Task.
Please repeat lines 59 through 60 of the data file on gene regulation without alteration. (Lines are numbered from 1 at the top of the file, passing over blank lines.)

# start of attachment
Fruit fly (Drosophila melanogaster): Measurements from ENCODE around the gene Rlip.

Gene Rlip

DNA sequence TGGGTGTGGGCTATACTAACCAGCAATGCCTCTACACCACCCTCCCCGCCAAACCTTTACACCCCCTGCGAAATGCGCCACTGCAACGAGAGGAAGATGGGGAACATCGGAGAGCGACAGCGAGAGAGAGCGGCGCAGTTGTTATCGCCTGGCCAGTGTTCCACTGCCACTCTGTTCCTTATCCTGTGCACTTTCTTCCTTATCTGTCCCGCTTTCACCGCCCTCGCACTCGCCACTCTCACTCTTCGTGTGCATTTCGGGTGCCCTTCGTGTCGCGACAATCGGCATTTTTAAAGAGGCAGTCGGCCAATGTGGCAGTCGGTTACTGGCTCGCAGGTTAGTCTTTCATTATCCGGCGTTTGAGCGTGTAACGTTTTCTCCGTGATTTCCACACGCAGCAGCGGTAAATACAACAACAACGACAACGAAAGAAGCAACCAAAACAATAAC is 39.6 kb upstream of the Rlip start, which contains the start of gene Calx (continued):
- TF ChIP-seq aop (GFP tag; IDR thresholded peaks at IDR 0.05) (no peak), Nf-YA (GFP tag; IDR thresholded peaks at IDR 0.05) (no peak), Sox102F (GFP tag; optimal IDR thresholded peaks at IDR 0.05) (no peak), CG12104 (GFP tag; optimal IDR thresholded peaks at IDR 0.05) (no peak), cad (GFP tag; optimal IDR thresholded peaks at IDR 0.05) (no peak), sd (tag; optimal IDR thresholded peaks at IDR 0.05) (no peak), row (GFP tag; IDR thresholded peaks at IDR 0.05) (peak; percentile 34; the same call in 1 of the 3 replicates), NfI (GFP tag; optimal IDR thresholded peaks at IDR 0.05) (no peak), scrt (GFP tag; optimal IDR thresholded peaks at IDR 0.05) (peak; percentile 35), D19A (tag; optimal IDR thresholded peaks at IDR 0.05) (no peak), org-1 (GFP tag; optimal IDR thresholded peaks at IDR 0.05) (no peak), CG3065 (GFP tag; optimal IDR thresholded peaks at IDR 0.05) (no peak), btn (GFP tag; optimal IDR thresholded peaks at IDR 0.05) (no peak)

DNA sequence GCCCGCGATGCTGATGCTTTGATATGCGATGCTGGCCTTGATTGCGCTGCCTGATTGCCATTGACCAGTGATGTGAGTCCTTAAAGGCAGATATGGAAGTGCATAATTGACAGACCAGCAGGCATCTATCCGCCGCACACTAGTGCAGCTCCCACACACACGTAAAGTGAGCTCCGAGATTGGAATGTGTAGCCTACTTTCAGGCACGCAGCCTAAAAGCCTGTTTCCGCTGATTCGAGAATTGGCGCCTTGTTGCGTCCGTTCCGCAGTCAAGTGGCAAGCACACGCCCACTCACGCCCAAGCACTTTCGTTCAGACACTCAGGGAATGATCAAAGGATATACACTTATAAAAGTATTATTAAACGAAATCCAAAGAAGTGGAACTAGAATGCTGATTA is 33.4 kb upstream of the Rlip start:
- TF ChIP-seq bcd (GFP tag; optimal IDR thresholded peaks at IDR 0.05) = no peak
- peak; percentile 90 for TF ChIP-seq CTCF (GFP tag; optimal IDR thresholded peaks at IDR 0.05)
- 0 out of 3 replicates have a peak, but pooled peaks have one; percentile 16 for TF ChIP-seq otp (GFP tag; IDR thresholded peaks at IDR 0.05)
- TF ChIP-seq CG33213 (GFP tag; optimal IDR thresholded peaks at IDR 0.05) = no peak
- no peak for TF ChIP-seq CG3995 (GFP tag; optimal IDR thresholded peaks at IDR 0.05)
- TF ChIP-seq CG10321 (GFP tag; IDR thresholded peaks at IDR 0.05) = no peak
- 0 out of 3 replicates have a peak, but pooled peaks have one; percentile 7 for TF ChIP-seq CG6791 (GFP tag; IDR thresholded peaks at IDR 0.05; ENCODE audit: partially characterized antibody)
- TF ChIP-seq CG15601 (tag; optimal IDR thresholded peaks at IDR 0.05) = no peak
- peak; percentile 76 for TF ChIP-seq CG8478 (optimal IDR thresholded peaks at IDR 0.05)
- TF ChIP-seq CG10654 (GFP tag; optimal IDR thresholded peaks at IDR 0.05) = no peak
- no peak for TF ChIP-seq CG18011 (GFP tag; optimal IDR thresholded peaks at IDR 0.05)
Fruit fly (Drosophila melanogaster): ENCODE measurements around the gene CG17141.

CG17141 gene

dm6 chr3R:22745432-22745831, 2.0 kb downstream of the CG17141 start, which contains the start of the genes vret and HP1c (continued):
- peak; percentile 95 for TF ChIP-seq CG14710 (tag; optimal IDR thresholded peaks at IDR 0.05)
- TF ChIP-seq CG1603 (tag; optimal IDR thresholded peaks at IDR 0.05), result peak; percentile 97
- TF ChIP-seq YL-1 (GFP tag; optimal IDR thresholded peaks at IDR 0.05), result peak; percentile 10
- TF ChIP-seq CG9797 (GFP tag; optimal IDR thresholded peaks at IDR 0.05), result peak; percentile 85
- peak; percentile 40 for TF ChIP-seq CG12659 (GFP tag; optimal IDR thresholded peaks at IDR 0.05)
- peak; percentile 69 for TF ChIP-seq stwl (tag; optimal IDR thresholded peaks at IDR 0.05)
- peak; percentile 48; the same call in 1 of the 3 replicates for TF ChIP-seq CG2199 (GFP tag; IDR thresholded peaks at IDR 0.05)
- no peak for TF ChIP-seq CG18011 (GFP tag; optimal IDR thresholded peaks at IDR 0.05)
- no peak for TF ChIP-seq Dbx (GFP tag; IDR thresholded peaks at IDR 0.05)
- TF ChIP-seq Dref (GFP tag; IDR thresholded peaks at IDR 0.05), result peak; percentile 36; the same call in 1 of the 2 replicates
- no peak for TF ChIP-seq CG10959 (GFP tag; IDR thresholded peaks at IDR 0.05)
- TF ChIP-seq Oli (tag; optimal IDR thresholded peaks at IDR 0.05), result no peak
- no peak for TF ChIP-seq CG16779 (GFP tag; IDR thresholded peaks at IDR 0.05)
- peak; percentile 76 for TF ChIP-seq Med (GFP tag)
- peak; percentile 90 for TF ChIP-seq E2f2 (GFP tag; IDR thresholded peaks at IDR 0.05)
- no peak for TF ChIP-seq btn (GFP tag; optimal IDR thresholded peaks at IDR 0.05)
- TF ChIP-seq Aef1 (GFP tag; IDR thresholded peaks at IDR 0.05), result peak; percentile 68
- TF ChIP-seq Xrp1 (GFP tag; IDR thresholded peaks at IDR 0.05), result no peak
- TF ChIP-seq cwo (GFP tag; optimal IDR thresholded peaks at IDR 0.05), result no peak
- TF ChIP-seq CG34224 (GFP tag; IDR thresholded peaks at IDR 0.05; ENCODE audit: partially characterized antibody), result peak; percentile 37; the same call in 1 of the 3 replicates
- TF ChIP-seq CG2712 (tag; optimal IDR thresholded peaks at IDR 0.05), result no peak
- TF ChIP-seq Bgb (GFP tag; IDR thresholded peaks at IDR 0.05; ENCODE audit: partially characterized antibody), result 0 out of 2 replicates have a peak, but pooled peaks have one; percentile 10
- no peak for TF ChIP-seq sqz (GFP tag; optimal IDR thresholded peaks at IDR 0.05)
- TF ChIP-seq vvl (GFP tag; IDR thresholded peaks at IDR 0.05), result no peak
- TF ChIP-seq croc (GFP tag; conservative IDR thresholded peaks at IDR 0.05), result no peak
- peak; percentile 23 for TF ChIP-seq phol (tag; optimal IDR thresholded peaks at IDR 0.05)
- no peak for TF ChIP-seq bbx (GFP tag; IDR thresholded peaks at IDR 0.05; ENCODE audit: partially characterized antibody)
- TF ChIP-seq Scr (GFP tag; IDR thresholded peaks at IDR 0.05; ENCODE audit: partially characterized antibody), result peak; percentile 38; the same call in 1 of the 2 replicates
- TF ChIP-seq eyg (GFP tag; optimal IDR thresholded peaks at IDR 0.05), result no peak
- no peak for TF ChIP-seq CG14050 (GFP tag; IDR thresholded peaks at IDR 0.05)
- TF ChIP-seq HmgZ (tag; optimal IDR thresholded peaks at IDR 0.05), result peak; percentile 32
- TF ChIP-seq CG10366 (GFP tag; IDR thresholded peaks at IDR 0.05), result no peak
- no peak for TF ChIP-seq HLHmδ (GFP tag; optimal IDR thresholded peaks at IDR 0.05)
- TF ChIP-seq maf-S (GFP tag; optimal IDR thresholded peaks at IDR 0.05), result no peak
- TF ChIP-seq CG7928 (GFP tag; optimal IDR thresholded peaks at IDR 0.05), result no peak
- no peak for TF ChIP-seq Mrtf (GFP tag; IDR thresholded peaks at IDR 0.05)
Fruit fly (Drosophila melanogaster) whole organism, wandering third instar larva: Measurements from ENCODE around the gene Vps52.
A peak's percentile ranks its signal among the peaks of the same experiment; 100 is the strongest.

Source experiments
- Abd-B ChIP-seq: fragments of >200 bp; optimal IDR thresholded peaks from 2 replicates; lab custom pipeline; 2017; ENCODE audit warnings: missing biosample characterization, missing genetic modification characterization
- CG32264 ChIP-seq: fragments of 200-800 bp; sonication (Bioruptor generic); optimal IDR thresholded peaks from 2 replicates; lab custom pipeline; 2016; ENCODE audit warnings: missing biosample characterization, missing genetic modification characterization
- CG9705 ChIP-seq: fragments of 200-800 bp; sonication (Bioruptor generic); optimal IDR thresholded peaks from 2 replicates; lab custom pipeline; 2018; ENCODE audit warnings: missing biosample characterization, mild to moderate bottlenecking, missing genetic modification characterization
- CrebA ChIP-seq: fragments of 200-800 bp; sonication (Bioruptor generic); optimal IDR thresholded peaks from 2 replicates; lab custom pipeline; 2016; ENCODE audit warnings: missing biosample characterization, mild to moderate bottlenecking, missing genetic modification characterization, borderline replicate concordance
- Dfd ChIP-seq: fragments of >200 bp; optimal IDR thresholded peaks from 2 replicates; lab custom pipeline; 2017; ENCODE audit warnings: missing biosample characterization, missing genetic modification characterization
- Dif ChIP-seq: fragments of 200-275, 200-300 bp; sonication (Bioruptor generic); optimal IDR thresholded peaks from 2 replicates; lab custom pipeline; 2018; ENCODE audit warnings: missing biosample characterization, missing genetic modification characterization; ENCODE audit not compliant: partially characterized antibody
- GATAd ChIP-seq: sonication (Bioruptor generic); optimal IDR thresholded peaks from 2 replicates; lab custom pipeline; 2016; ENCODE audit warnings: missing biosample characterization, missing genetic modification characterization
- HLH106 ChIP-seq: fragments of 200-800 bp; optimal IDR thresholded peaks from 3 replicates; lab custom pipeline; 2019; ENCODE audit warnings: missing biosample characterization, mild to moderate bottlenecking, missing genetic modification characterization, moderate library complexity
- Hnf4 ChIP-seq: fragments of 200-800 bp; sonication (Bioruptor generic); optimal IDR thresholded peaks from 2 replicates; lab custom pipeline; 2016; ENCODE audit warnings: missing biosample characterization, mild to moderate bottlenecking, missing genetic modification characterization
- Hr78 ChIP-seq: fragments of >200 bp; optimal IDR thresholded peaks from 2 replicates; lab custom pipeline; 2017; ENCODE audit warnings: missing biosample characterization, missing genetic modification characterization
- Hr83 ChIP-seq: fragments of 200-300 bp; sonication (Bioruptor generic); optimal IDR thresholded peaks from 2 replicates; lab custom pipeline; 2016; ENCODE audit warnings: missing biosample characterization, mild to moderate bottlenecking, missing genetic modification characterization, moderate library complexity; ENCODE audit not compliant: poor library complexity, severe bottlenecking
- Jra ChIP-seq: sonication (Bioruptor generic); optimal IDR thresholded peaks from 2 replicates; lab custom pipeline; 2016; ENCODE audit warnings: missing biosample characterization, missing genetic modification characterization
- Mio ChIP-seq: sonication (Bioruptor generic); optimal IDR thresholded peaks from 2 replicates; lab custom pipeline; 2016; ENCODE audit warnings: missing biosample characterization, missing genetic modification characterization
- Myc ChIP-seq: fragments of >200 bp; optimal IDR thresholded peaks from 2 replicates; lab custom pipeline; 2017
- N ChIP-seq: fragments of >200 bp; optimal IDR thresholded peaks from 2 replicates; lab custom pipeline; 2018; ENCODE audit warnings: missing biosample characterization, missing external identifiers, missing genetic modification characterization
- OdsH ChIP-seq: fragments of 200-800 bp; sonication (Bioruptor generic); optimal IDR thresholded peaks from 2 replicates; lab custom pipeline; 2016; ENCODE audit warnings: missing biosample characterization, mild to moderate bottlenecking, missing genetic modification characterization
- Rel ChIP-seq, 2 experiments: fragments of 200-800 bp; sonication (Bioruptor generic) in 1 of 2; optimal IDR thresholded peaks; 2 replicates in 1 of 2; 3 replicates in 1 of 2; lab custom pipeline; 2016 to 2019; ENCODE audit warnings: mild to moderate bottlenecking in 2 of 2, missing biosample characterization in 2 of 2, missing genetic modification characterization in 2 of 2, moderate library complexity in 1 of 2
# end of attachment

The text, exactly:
- Abd-B ChIP-seq: fragments of >200 bp; optimal IDR thresholded peaks from 2 replicates; lab custom pipeline; 2017; ENCODE audit warnings: missing biosample characterization, missing genetic modification characterization
- CG32264 ChIP-seq: fragments of 200-800 bp; sonication (Bioruptor generic); optimal IDR thresholded peaks from 2 replicates; lab custom pipeline; 2016; ENCODE audit warnings: missing biosample characterization, missing genetic modification characterization